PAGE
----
Friday, October 2, 2009
Born on this date in 1960, Glenn Anderson took a different path through his career than most players. It started out conventionally enough, as Anderson moved up through the junior ranks, including a stop in United States college hockey. He then joined the Canadian National Team, a program in which a dedicated national team would play a season long schedule of games, highlighted by representing Canada in various tournaments, highlighted by the annual Spengler Cup, in an effort to establish a cohesive squad as opposed to a temporary club thrown together with little time to prepare, as was the norm prior to the full-time Canadian National Team program.
Many players used the Canadian National Team as a stepping stone to gain more seasoning in an effort to make the next step to the NHL. As part of the team, Anderson was a member of the Canadian Olympic Team at the 1980 Olympics in Lake Placid where Canada went 3-2 in the preliminary round.
He would then embark on his NHL career, joining the Edmonton Oliers for the 1980-81 season. He would play 11 seasons for the Oilers, winning five Stanley Cups as part of their dynasty. Always one to play for Team Canada when given the chance, he would also participate in the Canada Cup in both 1984 and 1987. 1987 would also see him skate for the NHL All-Stars versus the Soviet Union in the two-game Rendez-vous '87 held in place of the traditional All-Star game. He would make his first appearance for Canada in the World Championships in 1989.
In 1991, he was involved in a blockbuster trade, along with Grant Fuhr, that would send him to the Toronto Maple Leafs. While a Leaf, he asked permission to participate in the 1994 Olympics, which the club agreed to in his contract, but the request was denied by Commissioner Gary Bettman. After being traded to the New York Rangers at the end of the 1993-94 season, he arrived just in time to capture his sixth Stanley Cup.
At this point, armed with more than a fist full of Stanley Cup rings, Anderson's career now took him on a path that would see him cross the Atlantic and back multiple times. The 1994-95 season would see him play for Lukko Rauma in Finland, the Augsburg Panthers of the German DEL, 26 games for the Canadian National Team and 36 games for the St. Louis Blues.
1995-96 was no different, with 11 more games for the Canadian National Team, 9 more back in Augsburg in Germany, 17 games once more with the Edmonton Oilers and a second stint in St. Louis to finish the NHL season with 15 regular season and 11 playoff games.
His career would wind down with a pair of games for HC Bolzano in Italy and 23 games for HC La Chaux-de-Fonds in the Swiss league in 1996-97.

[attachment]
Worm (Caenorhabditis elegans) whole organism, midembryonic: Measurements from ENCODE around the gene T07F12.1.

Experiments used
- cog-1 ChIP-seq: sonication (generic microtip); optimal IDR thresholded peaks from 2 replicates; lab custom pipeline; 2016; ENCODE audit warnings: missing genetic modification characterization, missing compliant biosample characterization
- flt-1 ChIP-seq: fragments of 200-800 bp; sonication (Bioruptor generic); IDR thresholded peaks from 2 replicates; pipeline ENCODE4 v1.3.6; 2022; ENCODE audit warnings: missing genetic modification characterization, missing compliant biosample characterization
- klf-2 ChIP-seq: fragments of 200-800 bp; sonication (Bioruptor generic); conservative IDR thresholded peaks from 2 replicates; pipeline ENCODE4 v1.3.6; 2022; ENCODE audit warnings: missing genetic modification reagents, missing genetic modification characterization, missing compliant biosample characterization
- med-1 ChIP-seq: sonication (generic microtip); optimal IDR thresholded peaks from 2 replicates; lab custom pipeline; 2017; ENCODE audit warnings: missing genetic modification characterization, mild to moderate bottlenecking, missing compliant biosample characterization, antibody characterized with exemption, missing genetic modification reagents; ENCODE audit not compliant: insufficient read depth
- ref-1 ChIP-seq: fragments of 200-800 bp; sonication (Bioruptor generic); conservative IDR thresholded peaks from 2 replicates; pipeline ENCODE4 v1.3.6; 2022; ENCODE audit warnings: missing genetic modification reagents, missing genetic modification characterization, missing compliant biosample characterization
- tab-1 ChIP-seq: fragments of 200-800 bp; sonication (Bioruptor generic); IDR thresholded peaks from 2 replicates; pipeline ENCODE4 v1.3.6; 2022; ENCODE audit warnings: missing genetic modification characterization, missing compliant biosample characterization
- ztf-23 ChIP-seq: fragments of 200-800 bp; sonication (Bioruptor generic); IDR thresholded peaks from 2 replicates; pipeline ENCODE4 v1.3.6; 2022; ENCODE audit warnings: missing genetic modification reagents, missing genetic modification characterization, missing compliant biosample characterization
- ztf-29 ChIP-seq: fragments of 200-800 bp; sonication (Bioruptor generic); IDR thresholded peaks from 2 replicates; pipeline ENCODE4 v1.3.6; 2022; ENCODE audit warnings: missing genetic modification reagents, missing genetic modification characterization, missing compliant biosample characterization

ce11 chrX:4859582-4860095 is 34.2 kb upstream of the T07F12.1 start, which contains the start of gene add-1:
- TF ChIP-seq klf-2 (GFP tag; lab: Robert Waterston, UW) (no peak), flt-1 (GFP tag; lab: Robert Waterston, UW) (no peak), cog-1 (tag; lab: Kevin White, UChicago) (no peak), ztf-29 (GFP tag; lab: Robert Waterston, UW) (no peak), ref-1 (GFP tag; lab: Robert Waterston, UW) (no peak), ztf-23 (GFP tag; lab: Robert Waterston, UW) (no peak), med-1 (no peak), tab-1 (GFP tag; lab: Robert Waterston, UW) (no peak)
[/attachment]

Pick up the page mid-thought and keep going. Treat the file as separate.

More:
His final NHL totals would show 1129 games played, a tantalizing 498 goals and 601 assists for 1099 points with 225 more playoff appearances which included 93 goals and 121 assists for 214 career playoff points and six Stanley Cup Championships. His #9 has was retired by the Edmonton Oilers on January 18, 2009 and he was inducted into the Hockey Hall of Fame in 2008.
Today's featured jersey is a CCM 1994-95/1995-96 Canadian National Team Glenn Anderson jersey. This style jersey was worn only by the Canadian National Team. A similar jersey using the diagonal waist stripes was used by the 1995 Canadian World Junior Team, but was produced by Reebok and featured their large, distinctive logos on the shoulders.
This is one of our favorite jerseys in the Third String Goalie collection due to it's unique and fairly obscure place in Canadian hockey history, combined with it's how unusual it is to find the CCM version of this jersey style. It was a fun and enjoyable project to research, which paid off handsomely by being worn by such a player of note, whose unique career path matched the unique nature of the jersey.
While we were never able to find any photos of Anderson wearing this particular jersey style, we felt safe in assuming that an NHL player with six Stanley Cups and over 1000 games played would have been named team captain on a club mostly made up young players looking to step up to the NHL.
This video was made by the Oilers on the occasion of his jersey retirement.
This similar video is part one of the actual retirement ceremony, and features quotes from Anderson not found in the previous video.
Dasherboard: If you have not heard about this one yet, check out this player for the Brandon Wheat Kings named... Wheaton King.
Wheaton, who is from Brandon, Manitoba is 17 years old and survived training camp to make the team roster.